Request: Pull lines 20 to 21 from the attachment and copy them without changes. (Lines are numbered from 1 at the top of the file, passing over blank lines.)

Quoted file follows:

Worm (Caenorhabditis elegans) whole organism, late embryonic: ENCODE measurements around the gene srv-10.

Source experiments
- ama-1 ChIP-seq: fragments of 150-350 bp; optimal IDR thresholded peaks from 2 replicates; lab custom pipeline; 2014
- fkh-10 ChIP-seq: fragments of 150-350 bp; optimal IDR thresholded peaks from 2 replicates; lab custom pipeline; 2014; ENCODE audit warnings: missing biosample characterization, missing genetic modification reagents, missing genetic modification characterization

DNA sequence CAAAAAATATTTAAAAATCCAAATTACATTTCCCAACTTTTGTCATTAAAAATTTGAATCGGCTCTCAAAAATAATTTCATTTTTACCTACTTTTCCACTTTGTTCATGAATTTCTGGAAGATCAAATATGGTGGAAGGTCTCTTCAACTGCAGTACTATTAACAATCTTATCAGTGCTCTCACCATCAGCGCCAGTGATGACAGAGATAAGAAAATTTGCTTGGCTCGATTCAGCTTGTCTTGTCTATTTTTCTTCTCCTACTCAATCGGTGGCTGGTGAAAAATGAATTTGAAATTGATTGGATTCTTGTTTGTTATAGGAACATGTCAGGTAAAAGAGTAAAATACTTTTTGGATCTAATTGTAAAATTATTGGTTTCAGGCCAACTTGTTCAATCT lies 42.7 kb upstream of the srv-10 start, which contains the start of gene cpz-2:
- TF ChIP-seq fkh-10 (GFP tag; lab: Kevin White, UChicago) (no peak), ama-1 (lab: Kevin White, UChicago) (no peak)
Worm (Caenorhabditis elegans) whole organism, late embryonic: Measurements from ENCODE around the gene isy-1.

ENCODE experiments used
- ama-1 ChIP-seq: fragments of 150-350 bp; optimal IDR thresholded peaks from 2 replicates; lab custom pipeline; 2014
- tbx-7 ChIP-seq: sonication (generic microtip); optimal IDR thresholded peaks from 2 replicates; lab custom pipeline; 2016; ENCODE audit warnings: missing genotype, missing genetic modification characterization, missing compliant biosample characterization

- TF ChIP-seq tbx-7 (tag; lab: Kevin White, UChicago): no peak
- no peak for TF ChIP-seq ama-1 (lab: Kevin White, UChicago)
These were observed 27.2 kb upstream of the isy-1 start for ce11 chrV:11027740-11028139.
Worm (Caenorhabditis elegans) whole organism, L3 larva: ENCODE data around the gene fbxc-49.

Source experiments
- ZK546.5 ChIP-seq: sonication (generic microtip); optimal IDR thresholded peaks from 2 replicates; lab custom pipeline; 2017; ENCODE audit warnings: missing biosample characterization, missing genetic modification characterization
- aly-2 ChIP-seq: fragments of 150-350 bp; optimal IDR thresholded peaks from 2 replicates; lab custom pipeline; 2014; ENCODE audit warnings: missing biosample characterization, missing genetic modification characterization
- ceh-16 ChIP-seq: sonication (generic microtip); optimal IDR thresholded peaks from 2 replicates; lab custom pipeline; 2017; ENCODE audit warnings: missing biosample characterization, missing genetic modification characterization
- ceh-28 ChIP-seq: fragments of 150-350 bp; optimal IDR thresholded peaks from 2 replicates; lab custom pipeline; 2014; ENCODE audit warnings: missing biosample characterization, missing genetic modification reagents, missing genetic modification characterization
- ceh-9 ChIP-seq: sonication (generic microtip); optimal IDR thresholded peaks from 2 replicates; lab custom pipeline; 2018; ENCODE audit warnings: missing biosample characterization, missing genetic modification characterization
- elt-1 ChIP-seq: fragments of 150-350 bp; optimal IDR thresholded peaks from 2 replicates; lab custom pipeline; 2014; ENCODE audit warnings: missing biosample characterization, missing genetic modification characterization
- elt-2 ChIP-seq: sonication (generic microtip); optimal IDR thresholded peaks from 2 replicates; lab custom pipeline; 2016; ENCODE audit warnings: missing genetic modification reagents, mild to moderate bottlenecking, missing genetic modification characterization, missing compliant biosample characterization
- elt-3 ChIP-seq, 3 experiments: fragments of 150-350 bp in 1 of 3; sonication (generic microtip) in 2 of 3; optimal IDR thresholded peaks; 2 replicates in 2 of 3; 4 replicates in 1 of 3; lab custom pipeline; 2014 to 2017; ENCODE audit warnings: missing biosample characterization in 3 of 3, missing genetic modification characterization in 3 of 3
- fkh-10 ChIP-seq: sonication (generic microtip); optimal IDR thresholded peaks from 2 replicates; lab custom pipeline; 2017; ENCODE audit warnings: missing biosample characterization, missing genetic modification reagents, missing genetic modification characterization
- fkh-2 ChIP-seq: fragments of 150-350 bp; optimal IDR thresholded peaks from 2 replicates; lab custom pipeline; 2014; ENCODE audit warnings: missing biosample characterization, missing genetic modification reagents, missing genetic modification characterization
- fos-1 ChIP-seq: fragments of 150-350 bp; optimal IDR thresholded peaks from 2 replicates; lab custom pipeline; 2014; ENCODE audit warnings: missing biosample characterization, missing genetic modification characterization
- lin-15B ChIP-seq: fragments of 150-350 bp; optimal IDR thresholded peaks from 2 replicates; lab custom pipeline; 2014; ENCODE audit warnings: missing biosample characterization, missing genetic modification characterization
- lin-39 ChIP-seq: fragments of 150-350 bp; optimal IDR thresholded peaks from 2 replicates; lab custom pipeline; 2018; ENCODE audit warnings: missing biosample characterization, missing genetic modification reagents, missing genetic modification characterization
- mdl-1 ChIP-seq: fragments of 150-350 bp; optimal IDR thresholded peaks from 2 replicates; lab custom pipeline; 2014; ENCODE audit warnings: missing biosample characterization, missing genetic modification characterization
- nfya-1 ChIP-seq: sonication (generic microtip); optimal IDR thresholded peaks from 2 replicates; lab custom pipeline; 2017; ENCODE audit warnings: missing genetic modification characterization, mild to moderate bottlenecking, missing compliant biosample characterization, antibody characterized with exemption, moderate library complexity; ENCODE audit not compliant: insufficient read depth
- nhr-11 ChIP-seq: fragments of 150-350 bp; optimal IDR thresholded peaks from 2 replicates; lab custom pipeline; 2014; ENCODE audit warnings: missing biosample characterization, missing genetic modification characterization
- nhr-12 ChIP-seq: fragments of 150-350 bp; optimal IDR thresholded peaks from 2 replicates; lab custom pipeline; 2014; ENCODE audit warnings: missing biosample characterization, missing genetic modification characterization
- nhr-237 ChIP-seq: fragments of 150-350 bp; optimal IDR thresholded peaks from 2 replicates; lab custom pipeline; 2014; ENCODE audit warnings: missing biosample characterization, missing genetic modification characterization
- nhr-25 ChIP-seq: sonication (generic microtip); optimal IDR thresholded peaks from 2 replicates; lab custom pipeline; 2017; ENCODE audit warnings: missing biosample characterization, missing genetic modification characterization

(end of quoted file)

- ceh-9 ChIP-seq: sonication (generic microtip); optimal IDR thresholded peaks from 2 replicates; lab custom pipeline; 2018; ENCODE audit warnings: missing biosample characterization, missing genetic modification characterization
- elt-1 ChIP-seq: fragments of 150-350 bp; optimal IDR thresholded peaks from 2 replicates; lab custom pipeline; 2014; ENCODE audit warnings: missing biosample characterization, missing genetic modification characterization